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2. Blueberries

Shown in studies at Tuffs University to benefit both short-term memory and coordination, blueberries pack quite a punch in a tiny blue package.[2]

When compared to other fruits and veggies, blueberries were found to have the highest amount of antioxidants (especially flavonoids), but strawberries, raspberries, and blackberries are also full of brain benefits.

3. Tomatoes

Tomatoes are packed full of the antioxidant lycopene, which has shown to help protect against free-radical damage most notably seen in dementia patients.

4. Broccoli

While all green veggies are important and rich in antioxidants and vitamin C, broccoli is a superfood even among these healthy choices.

Since your brain uses so much fuel (it’s only 3% of your body weight but uses up to 17% of your energy), it is more vulnerable to free-radical damage and antioxidants help eliminate this threat.

Broccoli is packed full of antioxidants, is well-known as a powerful cancer fighter and is also full of vitamin K, which is known to enhance cognitive function.

5. Foods Rich in Essential Fatty Acids

Your brain is the fattest organ (not counting the skin) in the human body, and is composed of 60% fat. That means that your brain needs essential fatty acids like DHA and EPA to repair and build up synapses associated with memory.

The body does not naturally produce essential fatty acids so we must get them in our diet.

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Eggs, flax, and oily fish like salmon, sardines, mackerel and herring are great natural sources of these powerful fatty acids. Eggs also contain choline, which is a necessary building block for the neurotransmitter acetylcholine, to help you recall information and concentrate.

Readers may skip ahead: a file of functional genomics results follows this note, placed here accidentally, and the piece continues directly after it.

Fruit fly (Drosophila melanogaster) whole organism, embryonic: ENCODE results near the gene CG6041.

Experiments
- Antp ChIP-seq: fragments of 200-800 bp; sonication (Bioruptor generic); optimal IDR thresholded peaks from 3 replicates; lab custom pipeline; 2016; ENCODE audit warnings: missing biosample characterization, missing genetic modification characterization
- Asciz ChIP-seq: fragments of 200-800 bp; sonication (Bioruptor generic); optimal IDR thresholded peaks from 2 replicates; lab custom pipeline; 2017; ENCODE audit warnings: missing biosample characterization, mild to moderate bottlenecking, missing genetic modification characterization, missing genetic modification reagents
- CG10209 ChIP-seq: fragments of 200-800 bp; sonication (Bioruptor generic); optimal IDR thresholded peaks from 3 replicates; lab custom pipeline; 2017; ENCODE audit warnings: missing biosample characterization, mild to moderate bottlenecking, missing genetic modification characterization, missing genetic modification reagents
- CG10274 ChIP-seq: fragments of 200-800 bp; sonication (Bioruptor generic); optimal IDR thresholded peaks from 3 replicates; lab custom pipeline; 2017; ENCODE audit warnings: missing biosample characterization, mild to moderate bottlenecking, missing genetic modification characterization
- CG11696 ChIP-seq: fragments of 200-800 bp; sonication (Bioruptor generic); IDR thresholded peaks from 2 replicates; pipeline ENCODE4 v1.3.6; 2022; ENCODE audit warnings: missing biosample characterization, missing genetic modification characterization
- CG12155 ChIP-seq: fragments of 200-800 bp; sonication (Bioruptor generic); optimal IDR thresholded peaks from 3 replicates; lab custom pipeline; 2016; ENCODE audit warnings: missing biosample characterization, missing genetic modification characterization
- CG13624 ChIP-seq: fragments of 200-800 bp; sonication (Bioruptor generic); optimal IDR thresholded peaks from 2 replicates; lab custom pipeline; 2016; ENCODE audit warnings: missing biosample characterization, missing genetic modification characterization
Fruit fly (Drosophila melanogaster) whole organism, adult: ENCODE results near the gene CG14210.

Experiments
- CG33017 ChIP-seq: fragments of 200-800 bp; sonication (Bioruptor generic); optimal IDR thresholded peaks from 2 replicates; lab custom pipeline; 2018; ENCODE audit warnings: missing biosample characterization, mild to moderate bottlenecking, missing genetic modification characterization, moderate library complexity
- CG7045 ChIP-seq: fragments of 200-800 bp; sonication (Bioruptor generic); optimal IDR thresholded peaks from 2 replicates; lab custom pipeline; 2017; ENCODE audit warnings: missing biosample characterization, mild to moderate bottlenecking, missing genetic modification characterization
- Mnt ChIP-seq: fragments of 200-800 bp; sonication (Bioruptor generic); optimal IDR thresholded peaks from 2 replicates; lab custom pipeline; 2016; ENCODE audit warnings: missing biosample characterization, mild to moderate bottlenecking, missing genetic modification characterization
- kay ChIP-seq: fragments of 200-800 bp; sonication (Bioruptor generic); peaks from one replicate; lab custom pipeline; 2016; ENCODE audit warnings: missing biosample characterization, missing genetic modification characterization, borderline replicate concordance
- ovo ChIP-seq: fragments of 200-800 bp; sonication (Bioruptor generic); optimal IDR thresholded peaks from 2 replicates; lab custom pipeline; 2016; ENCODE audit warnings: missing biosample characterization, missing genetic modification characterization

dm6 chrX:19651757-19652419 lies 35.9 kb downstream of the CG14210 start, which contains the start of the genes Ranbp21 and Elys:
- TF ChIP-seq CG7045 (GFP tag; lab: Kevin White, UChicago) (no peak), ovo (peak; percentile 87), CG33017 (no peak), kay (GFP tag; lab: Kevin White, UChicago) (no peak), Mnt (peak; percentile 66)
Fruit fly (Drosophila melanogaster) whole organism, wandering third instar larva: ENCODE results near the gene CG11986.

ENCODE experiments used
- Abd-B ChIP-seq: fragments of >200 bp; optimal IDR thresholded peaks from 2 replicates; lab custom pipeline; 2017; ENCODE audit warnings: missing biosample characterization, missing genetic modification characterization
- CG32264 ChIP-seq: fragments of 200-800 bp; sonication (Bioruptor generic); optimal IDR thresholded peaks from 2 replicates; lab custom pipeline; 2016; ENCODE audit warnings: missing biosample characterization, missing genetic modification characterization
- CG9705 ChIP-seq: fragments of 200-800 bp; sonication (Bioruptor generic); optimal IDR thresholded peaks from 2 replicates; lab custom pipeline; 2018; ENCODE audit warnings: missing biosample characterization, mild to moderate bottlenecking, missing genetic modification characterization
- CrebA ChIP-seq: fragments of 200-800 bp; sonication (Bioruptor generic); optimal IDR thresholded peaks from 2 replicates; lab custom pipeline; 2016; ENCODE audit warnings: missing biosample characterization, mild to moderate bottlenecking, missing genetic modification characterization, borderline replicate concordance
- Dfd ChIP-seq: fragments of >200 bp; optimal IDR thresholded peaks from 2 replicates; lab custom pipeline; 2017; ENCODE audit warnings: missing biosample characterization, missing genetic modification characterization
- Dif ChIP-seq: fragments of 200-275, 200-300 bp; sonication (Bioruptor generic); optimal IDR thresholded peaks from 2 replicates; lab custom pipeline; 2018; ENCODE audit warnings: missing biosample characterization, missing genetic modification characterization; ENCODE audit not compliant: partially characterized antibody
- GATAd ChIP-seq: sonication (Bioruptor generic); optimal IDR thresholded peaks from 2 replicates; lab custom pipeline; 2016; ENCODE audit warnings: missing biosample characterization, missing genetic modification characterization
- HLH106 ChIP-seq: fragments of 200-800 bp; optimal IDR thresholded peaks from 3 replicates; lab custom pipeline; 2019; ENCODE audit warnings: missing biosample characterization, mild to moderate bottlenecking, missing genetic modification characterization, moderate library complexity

6. Soy

Soy, along with many other whole foods mentioned here, are full of proteins that trigger neurotransmitters associated with memory.

Soy protein isolate is a concentrated form of the protein that can be found in powder, liquid, or supplement form.

Soy is valuable for improving memory and mental flexibility, so pour soy milk over your cereal and enjoy the benefits.

7. Dark chocolate

When it comes to chocolate, the darker the better. Try to aim for at least 70% cocoa. This yummy desert is rich in flavanol antioxidants which increase blood flow to the brain and shield brain cells from aging.

Take a look at this article if you want to know more benefits of dark chocolate:

15 Surprising and Science-Backed Health Effects of Dark Chocolate

8. Foods Rich in Vitamins: B vitamins, Folic Acid, Iron

Some great foods to obtain brain-boosting B vitamins, folic acid and iron are kale, chard, spinach and other dark leafy greens.